Wednesday, March 11, 2009

A proposed law that may mean the death of small farms and farmers markets and organic farming? (H.R. 875)

H.R. 875: Food Safety Modernization Act of 2009 obviously is playing on the fears raised by recent food safety disasters, and there is a ruckus brewing in some blogs raising alarm over this proposed law. Such as: "Change We Can Believe In: How About the End of Farmers Markets? Say Hello to H.R. 875: Food Safety Modernization Act of 2009" ...What this will do is force anyone who produces food of any kind, and then transports it to a different location for sale, to register with a new federal agency called the “Food Safety Administration.” Even growers who sell just fruit and/or vegetables at farmers markets would not only have to register, but they would be subject inspections by federal agents of their property and all records related to food production.... with the result that providers at farmers markets will be priced out of existence. A commenter on that blog suggested: "I can’t help think this is a prelude (one of many, no doubt) to America’s “harmonizing” (I think that’s the term) with Codex Alimentarius.". If you don't know, Codex Alimentarius is a program some say is being pushed by big industry to control all food and health supplements for some nefarious purpose. While I found that blog post to be overly alarmist I do have concern over big industry pushing down our throats industrialized stuff that serves their needs and isn't necessarily healthy. So let's take a look at this.

The bill defines a proposed "Food Safety Administration" because for example: "the safety of the food supply of the United States is vital to the public health, to public confidence in the food supply, and to the success of the food sector of the Nation’s economy". Yes of course food safety is very important. The purposes include: "(A) regulate food safety and labeling to strengthen the protection of the public health; (B) ensure that food establishments fulfill their responsibility to process, store, hold, and transport food in a manner that protects the public health of all people in the United States; (C) lead an integrated, systemwide approach to food safety and to make more effective and efficient use of resources to prevent food-borne illness; (D) provide a single focal point within the Department of Health and Human Services for food safety leadership, both nationally and internationally; and (E) provide an integrated food safety research capability, including internally generated, scientifically and statistically valid studies, in cooperation with academic institutions and other scientific entities of the Federal and State governments;" Further the act specifies transferring "various components of the Food and Drug Administration and the National Oceanic and Atmospheric Administration" into this new Food Safety Administration. In other words this is a reshaping of the FDA into a new and larger role.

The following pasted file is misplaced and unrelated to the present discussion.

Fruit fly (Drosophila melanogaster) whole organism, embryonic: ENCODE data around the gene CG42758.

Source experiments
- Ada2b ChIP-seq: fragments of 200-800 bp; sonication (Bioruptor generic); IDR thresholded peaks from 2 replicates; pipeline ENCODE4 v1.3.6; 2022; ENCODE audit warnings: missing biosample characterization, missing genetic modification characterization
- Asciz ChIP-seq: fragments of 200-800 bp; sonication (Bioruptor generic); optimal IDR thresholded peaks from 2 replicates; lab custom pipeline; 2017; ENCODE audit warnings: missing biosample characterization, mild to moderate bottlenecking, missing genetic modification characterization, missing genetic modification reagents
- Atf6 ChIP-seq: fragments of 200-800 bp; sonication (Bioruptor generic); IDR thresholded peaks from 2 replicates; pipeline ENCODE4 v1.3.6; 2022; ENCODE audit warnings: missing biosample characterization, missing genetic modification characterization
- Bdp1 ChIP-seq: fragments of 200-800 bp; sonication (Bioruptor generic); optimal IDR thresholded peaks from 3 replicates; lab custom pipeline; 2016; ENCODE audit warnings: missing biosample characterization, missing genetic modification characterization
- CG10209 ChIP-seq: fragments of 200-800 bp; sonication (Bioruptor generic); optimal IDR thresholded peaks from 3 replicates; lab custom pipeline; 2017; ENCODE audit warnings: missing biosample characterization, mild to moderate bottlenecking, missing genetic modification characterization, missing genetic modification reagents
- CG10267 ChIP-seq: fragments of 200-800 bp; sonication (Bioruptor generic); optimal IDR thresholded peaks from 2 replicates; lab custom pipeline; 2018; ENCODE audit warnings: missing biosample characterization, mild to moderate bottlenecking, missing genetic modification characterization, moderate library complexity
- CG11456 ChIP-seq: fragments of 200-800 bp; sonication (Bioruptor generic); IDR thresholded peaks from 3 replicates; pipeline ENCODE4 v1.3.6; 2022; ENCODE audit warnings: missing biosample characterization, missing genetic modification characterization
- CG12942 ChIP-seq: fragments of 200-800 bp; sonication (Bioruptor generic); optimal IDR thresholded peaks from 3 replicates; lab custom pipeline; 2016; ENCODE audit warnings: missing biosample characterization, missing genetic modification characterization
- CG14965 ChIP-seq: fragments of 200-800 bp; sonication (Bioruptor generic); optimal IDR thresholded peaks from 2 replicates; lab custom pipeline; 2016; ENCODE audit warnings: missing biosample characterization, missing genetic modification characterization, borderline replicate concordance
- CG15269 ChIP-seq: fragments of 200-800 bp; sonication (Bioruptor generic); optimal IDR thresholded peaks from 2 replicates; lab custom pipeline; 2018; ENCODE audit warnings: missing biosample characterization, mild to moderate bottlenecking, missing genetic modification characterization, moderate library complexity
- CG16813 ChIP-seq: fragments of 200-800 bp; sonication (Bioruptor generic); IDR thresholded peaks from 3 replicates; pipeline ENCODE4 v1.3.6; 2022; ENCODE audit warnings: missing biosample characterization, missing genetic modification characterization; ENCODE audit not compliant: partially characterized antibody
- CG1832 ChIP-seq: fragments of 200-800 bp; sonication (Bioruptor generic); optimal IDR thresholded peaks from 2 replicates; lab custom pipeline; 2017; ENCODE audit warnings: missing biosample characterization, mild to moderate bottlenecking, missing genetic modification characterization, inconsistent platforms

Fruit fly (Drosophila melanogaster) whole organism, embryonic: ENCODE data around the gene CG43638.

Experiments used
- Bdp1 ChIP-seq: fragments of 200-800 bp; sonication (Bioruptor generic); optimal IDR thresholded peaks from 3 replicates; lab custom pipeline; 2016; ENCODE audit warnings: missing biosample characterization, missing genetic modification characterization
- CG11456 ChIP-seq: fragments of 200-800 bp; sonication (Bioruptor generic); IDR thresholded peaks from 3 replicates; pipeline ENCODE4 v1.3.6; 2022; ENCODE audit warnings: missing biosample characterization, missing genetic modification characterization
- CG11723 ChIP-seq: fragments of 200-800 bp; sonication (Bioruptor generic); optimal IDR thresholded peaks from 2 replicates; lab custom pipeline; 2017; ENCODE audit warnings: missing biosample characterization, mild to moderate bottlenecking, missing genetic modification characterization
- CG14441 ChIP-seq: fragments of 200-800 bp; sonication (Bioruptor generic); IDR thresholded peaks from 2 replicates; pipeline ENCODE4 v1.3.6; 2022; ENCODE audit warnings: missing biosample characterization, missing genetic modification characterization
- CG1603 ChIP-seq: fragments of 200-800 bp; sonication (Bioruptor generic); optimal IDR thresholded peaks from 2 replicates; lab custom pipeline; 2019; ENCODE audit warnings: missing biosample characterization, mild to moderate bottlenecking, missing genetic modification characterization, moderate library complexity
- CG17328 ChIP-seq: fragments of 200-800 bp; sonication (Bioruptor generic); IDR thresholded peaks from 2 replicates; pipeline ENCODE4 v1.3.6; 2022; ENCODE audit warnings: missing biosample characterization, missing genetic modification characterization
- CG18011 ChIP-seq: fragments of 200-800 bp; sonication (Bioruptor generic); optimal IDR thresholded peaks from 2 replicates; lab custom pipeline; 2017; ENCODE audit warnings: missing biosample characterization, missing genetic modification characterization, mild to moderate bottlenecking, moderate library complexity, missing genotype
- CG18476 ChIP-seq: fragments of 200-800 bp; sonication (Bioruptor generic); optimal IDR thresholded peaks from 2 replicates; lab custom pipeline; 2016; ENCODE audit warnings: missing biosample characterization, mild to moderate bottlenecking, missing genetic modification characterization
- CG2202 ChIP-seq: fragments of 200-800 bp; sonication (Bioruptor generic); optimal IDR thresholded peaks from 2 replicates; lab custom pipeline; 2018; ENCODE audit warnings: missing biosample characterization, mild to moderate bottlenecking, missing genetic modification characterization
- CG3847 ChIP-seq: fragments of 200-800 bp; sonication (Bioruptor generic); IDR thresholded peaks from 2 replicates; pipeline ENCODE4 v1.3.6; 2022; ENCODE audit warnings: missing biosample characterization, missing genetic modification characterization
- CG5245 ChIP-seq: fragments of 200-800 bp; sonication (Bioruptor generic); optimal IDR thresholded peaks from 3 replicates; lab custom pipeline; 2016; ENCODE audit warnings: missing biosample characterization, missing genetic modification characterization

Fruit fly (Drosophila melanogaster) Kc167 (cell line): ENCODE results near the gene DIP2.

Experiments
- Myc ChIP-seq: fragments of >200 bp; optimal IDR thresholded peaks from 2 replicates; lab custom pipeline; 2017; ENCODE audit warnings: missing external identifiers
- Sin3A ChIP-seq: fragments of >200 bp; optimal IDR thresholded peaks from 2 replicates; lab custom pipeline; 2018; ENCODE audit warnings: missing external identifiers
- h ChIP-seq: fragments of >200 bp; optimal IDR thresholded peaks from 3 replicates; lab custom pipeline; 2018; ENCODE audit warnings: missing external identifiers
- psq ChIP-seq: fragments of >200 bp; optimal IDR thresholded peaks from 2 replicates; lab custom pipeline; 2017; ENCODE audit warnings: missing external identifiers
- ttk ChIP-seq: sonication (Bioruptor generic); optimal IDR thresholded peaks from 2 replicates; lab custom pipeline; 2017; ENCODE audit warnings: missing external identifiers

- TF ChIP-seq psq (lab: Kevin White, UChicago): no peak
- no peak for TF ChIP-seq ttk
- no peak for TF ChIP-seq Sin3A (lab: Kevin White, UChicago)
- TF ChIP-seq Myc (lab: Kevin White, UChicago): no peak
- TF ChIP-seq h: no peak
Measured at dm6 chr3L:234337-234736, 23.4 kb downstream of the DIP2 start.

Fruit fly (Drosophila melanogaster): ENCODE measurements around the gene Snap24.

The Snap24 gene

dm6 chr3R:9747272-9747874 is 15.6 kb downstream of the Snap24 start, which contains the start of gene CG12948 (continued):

The definitions include five categories of food establishments which are to be regulated and the various contaminants which will be regulated. Recall that this proposal comes in the wake of a few mass poisonings coming from unsafe food being distributed over the last few years. Contaminated food has been causing death and fear for several years now. Obviously the FDA as it exists has failed in some way to ensure our safety. But I wonder whether the remedies in this bill are the best solution?

SEC. 202. REGISTRATION OF FOOD ESTABLISHMENTS AND FOREIGN FOOD ESTABLISHMENTS: Requires the registration of "Any food establishment or foreign food establishment engaged in manufacturing, processing, packing, or holding food for consumption in the United States shall register annually with the Administrator." Registration seems to be mostly about recording contact addresses and phone numbers. The Administrator can suspend a registered food establishment, there are procedures for reestablishing registration, but it doesn't describe what effect comes from being suspended.

SEC. 203. PREVENTIVE PROCESS CONTROLS TO REDUCE ADULTERATION OF FOOD: Requires the Food Safety Administration to set up regulations that food establishments must meet. This includes sanitation plans, record keeping, labeling, sampling, etc.

SEC. 204. PERFORMANCE STANDARDS FOR CONTAMINANTS IN FOOD: Requires the Food Safety Administration establish standards giving acceptable levels of contaminants. Note that there are existing FDA rules of this sort. It also includes inspections, the ability to seize nonconformant food, and I suppose goes back to the possibility of suspending registration mentioned above.

SEC. 205. INSPECTIONS OF FOOD ESTABLISHMENTS: Requires the Food Safety Administration set up an inspections program.